Fandom.com Boycott Organised After Domain Name DisputeBy Amy
November 22, 2000 - 10:44 AM
Several years ago, Star Trek fandom was in uproar over the infamous 'Viacom letter campaign', in which Viacom's legal department sent out cease-and-desist letters to several popular fan sites, accusing them of violating Viacom's copyright over Star Trek. Sites affected include such notables as Psi Phi and Vidiot. What Viacom claimed was simply an attempt to protect Star Trek copyrights was viewed by the general Trek online community as an attack on the rights of the fans. In the end, the threat of legal action completely backfired, with the fans rebelling against the company and banding together, forming protest groups and boycotting what was then the Continuum - and the letters even became a mark of status in the Trek community. In the end, all that came of Viacom's attempts to control the Trek copyright was the alienation of the very thing that keeps Star Trek alive - the fans - and a severe loss of face. Now, a couple of years after the Viacom controversy, a new case has emerged which appears to be causing a similar amount of uproar as the Viacom campaign. This time, though, it's not just Trek that is involved - it's Fandom as a whole.
Originator of this new online controversy is not Viacom, but rather Fandom.com, a well-known science fiction site. Over the past year and a half, the site managed to establish itself as one of the most popular destinations for SF fans on the web, thanks both to its own content and thanks to the take-over of established SF sites AnotherUniverse and Cinescape. For Trek fans, the site has featured many in-depth interviews by people such as Anna L. Kaplan and Michelle Erica Green, while it also includes the popular Star Trek Fandomain, maintained by AntonyF. However, despite its company policy being that Fandom.com is "by the fans, for the fans", a recent action taken by the site has been taken by many people on the net as being aimed directly at the fans.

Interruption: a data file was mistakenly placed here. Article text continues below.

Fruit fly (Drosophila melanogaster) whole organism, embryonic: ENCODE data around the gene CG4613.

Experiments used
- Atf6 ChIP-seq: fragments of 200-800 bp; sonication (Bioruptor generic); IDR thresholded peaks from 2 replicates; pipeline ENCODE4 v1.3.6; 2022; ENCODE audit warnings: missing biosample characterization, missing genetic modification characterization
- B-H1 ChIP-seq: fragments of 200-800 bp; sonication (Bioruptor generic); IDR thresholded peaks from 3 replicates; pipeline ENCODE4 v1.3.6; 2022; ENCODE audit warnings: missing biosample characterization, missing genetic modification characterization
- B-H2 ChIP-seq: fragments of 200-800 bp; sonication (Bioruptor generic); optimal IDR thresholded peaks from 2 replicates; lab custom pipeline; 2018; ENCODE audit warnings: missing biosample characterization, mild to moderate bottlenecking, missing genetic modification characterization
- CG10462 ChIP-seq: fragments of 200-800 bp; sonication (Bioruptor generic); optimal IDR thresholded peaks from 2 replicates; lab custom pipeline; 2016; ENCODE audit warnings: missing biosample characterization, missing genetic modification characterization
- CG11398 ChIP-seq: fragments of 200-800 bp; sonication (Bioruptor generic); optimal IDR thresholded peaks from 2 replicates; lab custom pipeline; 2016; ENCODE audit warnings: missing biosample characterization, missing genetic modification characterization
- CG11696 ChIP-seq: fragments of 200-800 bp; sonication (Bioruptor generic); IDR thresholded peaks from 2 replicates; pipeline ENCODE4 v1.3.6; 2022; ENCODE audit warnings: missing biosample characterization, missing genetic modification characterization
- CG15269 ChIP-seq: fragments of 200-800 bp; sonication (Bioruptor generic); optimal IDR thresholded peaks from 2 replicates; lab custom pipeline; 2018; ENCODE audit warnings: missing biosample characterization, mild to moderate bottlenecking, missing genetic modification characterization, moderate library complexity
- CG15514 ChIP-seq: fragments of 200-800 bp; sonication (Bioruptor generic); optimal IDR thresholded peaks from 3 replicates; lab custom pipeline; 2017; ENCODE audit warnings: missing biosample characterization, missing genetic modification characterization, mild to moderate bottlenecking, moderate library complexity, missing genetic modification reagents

On October 31 of this year, fandom.tv, a site set up to provide webspace and e-mail for fans, received a letter from lawyer firm Troop, Steuber, Pasich, Reddick & Tobey, LLP, acting on behalf of Fandom.com. The letter, addressed to webmaster Carol Burrell, claimed that she had "improperly registered in the top level Tuvalu country code the domain name (Fandom.tv)", and demanded the "unconditional surrender and transfer of the Infringing Domain Name" under the Anti-Cybersquatting Consumer Protection Act. Fandom.com offered Burrell $250.00 US if she agreed to transfer the domain name. This sum was later bumped up to $1500 in a second letter received on November 15th, after the webmaster refused the first offer.